Netanyahu wanted IDF to prepare for Iran strike on 15-day notice in 2011 – ex-Mossad chief
It’s the first time a former Israeli official gave an insight on how long such large-scale military operations would (and should) take IDF to prepare.
Pardo, who was picked for his role earlier that year, was unsure about the idea even wondered if the Prime Minister had the authority to order the action, the former spy chief said in an interview with Keshet TV’s “Uvda” investigative show, broadcast on Thursday evening. The strikes were intended to target Iran’s nuclear facilities, but such action would likely have resulted in a full-blown war.
“I made inquiries about everything I could do. I checked with previous Mossad chiefs. I checked with legal advisers. I consulted anyone I could consult in order to understand who is authorized to give instructions about the whole issue of starting a war,” Pardo said, as quoted by Israeli media.
“In the end, if I get an order and if I get an instruction from the prime minister, I am supposed to carry it out,” he said. “I need to be certain if, God forbid, something goes wrong, even if the operation fails, that it shouldn’t be a situation that I carried out an illegal action.”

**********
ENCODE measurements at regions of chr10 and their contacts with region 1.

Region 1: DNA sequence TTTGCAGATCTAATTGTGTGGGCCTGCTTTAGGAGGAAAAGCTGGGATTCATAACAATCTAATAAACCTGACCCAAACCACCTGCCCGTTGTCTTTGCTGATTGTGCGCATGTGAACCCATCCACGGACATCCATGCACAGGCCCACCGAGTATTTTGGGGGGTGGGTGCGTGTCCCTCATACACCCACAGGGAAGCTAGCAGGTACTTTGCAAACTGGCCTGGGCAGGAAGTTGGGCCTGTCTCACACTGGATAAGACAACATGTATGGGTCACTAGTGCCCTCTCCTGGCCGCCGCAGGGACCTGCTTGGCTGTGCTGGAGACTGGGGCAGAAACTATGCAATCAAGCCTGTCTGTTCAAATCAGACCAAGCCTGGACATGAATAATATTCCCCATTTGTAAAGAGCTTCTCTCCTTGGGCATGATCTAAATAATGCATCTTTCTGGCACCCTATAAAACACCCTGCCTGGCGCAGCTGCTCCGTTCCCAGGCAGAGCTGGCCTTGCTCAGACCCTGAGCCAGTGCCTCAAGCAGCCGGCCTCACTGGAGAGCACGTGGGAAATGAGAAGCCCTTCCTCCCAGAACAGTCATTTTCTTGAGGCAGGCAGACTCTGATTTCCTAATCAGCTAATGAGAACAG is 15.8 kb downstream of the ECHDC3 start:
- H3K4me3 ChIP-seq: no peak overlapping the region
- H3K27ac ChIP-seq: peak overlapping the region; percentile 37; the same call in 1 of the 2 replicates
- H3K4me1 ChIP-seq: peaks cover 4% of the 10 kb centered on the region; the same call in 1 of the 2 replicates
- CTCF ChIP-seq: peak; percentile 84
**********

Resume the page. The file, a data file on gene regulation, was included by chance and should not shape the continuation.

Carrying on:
Pardo even contemplated to resign if the situation got too close to the point of no return, but never had to make such choice, as the idea to strike Iranian nuclear facilities was scrapped.
While Tel Aviv’s plans to attack Tehran in early 2010s were rumored for years, they’ve been officially acknowledged only in 2015, by Netanyahu’s former defense minister Ehud Barak. The minister himself supported the idea to conduct strikes on Iranian nuclear facilities, but faced opposition of the Israeli Defense Forces (IDF) chef, who argued Israel did not have needed operational capabilities, as well as from other cabinet ministers.
Revelations from the former Mossad chief on past Israeli military plans came a day after new warlike statements from Netanyahu, who vowed to continue striking Iranian targets in Syria. “We will continue to act against [Iran’s] intention to establish a military presence in Syria opposite us, not just opposite the Golan Heights but anywhere in Syria,” the prime minister said.
While Israel has been repeatedly hitting targets in neighboring Syria over years, using the presence of Iranian or Iran-affiliated troops – such as the Lebanese militant group Hezbollah – as justification. Tel Aviv has significantly bolstered its military activity over the past few months, citing the same alleged build-up of Iranian forces.
Iran and Syria accuse the Israelis of violating international law by continued involvement in Syria and say Tel Aviv simply uses any pretext to attack the country to help the dwindling terrorist forces.
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